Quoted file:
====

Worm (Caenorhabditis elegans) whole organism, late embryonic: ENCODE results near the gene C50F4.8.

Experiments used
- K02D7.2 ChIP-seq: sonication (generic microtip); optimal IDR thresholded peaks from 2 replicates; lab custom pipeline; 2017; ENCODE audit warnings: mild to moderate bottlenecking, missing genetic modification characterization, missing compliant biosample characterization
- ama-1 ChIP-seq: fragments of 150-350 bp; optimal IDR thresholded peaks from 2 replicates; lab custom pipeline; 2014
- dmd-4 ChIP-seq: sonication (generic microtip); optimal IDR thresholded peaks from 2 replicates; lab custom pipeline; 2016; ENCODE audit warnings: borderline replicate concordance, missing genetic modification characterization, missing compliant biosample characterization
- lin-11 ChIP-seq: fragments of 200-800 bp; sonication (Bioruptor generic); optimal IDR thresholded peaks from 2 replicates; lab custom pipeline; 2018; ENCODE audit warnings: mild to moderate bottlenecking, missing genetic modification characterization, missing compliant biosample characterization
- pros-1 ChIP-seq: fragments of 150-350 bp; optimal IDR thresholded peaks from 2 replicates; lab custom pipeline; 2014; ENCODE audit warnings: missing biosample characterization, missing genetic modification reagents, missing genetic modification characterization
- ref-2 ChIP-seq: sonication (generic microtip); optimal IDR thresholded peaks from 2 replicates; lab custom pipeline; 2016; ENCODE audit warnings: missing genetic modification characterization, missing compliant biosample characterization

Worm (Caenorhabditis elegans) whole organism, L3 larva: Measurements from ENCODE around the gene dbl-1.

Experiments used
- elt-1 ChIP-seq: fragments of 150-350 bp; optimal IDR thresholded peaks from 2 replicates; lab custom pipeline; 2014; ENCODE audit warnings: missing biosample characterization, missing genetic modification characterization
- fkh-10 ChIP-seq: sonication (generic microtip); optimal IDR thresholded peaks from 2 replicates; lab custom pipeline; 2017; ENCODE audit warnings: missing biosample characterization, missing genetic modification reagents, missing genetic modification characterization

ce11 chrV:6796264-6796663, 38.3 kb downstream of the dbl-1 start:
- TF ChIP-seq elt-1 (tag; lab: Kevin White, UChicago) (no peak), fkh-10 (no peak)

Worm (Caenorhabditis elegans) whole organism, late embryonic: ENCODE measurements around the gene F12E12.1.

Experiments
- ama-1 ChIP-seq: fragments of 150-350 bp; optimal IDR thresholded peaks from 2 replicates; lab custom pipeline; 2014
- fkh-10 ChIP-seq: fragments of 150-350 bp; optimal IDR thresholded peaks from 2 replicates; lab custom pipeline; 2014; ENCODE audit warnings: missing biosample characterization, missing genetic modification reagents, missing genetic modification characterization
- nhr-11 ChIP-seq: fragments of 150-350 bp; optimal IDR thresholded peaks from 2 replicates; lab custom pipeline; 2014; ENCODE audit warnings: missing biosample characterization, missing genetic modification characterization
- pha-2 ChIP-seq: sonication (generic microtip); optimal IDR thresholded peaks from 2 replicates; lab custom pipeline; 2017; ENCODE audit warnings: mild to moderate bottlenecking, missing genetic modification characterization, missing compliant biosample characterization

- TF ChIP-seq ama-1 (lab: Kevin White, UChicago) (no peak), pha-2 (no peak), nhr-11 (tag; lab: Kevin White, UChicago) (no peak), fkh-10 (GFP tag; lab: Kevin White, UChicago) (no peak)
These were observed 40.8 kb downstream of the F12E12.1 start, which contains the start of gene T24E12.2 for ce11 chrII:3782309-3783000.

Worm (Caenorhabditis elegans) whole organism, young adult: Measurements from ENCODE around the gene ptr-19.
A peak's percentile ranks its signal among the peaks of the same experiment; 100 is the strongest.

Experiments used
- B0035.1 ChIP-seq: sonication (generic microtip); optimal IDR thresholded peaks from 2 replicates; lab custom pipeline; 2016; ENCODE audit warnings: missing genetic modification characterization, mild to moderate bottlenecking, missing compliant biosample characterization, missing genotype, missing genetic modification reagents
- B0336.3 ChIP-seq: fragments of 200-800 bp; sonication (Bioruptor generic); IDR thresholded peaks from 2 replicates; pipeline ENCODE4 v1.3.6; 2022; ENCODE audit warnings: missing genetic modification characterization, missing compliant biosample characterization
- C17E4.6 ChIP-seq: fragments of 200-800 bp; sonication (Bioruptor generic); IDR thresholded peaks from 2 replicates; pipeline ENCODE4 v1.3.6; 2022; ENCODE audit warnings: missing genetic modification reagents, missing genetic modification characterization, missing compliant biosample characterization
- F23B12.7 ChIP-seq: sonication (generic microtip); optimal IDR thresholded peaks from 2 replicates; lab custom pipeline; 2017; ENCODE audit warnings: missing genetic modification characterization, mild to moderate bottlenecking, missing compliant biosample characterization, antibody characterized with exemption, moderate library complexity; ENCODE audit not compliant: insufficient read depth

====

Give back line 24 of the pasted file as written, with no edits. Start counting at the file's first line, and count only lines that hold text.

A peak's percentile ranks its signal among the peaks of the same experiment; 100 is the strongest.